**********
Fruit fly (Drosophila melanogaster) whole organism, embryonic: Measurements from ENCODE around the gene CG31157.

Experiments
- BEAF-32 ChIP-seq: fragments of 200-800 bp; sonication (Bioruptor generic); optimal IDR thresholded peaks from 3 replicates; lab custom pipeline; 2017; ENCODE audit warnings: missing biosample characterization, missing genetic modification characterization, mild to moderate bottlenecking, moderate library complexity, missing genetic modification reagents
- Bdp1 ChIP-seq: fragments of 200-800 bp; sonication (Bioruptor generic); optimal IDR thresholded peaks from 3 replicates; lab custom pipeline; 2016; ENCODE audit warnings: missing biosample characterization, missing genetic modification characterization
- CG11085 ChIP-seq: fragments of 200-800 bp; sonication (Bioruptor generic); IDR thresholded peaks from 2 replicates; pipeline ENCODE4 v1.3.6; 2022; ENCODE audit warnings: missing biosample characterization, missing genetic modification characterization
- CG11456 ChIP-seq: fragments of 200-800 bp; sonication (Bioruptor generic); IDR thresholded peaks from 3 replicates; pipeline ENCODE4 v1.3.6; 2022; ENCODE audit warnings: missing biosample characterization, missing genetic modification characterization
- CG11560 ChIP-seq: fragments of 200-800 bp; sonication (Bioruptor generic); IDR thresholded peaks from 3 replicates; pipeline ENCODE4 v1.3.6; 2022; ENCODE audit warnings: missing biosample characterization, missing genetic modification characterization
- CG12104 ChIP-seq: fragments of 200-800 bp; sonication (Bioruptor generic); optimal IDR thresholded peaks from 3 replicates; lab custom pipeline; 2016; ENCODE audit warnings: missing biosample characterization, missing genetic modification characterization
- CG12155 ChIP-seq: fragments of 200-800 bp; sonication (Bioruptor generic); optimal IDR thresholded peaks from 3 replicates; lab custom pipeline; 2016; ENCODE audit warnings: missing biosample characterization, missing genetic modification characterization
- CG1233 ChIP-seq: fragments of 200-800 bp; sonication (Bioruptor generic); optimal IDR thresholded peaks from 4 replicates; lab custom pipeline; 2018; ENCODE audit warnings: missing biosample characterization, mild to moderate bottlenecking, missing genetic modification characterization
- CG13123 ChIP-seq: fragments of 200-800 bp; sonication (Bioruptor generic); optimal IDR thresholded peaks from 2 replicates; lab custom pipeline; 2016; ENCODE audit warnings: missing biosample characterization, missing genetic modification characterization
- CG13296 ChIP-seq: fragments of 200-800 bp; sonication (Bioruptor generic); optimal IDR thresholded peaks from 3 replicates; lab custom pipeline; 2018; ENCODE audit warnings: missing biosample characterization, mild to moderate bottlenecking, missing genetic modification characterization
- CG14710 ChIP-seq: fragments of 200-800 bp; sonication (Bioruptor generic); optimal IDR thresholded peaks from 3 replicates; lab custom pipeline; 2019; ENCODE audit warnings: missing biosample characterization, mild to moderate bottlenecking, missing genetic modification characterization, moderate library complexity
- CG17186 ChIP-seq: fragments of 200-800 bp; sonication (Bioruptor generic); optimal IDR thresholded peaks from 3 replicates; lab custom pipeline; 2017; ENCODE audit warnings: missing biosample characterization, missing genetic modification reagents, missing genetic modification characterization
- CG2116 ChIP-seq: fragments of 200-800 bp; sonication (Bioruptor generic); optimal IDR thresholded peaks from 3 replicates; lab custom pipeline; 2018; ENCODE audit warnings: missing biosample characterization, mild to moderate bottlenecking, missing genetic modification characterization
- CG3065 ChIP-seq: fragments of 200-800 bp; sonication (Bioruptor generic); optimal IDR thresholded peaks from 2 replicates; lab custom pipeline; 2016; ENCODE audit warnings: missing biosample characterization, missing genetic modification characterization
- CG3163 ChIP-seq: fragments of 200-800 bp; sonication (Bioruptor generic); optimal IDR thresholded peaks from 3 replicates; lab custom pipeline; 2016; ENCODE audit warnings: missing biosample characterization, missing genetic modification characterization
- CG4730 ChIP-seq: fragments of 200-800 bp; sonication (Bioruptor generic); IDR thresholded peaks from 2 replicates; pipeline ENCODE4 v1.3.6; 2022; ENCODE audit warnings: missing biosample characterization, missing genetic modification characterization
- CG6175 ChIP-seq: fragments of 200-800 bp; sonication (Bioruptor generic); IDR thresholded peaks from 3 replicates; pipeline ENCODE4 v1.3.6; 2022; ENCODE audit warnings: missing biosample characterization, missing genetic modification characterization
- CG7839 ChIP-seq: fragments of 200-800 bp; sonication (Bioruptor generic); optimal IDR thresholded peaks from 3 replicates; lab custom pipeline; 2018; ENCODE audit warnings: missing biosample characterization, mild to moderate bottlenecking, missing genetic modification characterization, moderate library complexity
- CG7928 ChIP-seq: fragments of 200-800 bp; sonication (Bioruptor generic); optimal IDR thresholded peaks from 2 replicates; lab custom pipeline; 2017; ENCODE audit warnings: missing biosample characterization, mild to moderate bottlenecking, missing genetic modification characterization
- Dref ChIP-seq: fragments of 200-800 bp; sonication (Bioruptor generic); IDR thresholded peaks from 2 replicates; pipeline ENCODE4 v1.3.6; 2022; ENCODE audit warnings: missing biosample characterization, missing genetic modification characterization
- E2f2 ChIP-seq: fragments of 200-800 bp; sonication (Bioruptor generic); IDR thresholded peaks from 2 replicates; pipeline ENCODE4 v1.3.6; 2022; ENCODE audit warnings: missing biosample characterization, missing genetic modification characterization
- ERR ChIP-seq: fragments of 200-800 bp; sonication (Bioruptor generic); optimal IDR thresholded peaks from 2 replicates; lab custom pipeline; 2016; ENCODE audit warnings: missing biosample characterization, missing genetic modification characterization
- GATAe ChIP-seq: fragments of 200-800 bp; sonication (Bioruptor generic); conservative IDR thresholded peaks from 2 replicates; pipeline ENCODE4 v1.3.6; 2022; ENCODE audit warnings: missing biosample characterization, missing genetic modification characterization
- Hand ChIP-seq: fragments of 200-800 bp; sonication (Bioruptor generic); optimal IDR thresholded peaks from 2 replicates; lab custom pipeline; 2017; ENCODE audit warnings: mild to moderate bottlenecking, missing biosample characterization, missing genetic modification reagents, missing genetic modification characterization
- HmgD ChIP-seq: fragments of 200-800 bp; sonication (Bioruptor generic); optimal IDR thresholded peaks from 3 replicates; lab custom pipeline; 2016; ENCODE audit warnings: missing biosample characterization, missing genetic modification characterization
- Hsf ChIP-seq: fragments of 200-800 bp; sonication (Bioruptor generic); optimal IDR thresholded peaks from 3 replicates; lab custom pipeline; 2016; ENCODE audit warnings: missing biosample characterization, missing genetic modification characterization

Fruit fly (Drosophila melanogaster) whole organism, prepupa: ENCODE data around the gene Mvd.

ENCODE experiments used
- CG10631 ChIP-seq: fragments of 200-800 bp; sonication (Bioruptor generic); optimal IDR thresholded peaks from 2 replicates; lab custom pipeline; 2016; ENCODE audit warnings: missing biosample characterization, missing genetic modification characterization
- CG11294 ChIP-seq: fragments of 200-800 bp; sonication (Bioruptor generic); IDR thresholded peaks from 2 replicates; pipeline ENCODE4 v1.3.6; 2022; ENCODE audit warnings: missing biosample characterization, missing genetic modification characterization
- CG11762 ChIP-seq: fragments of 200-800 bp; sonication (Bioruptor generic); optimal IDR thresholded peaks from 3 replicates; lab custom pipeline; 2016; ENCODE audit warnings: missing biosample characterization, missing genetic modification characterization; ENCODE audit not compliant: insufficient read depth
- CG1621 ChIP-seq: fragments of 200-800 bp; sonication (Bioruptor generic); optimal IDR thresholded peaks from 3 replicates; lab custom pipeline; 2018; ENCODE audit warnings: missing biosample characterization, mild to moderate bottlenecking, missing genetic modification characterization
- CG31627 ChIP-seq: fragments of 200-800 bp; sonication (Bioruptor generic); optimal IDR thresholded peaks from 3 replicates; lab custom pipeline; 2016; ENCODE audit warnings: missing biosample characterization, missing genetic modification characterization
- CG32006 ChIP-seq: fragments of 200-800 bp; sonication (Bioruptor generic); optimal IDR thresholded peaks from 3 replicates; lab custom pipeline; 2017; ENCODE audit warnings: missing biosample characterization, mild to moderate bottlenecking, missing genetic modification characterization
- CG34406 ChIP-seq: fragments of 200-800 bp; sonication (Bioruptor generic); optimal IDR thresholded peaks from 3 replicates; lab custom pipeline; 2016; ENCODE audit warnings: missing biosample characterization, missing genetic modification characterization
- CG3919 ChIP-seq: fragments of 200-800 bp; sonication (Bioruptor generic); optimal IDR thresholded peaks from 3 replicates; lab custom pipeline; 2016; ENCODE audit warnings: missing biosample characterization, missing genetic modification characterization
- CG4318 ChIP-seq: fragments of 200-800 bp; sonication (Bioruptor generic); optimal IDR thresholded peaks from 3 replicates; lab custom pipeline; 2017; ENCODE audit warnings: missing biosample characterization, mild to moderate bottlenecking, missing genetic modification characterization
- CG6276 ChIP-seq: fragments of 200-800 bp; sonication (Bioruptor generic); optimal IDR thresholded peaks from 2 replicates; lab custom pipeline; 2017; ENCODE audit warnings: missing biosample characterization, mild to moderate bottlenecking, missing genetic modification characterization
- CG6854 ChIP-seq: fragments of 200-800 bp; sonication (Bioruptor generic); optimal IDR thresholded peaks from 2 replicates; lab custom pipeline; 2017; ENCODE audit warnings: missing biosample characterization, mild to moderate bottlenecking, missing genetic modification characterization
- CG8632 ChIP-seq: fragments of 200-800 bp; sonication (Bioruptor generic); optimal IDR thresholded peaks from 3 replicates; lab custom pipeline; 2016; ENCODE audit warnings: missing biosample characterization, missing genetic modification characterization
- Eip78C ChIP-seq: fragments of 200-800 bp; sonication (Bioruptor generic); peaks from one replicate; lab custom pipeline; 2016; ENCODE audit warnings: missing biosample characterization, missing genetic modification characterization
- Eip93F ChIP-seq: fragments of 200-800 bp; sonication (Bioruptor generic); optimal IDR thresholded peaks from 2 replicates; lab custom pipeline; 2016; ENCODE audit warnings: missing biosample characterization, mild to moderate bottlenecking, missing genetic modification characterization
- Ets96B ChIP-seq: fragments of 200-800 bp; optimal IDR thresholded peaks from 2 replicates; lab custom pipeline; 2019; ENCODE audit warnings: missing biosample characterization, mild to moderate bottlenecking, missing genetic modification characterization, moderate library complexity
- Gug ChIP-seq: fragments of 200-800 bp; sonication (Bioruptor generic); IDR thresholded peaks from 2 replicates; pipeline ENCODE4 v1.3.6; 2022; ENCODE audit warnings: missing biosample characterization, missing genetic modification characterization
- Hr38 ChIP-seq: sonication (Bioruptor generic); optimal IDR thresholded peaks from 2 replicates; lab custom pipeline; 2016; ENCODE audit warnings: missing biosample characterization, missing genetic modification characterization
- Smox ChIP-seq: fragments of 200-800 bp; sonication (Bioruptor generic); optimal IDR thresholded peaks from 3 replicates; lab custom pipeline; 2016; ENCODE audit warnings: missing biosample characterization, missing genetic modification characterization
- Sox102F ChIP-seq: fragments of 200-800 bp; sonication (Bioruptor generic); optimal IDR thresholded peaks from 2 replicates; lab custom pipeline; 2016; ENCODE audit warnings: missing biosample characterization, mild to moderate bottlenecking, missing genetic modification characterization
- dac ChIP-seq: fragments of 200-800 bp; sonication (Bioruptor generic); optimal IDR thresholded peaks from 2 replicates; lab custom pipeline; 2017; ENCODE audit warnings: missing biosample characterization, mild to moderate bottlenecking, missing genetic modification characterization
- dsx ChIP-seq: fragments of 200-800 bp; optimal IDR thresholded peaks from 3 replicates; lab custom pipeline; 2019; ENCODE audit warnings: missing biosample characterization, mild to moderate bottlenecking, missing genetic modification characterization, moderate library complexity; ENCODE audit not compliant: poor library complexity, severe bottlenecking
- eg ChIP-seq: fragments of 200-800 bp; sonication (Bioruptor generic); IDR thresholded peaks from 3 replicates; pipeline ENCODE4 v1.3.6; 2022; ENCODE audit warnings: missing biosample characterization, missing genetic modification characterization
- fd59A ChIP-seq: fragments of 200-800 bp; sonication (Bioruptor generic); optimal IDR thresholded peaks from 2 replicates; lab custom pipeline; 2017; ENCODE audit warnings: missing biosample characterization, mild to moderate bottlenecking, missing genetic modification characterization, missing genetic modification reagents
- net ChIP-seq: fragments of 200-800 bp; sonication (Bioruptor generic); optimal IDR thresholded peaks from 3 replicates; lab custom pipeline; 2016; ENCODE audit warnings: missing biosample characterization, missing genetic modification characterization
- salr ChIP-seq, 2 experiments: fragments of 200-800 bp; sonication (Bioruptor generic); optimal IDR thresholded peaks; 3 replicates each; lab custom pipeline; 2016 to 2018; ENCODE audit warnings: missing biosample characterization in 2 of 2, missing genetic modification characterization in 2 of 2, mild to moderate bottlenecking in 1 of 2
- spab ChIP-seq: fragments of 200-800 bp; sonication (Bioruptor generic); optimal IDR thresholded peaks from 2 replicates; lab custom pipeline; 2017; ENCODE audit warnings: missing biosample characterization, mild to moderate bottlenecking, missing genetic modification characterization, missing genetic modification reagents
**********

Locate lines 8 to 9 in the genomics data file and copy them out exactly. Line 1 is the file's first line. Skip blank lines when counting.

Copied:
- CG12104 ChIP-seq: fragments of 200-800 bp; sonication (Bioruptor generic); optimal IDR thresholded peaks from 3 replicates; lab custom pipeline; 2016; ENCODE audit warnings: missing biosample characterization, missing genetic modification characterization
- CG12155 ChIP-seq: fragments of 200-800 bp; sonication (Bioruptor generic); optimal IDR thresholded peaks from 3 replicates; lab custom pipeline; 2016; ENCODE audit warnings: missing biosample characterization, missing genetic modification characterization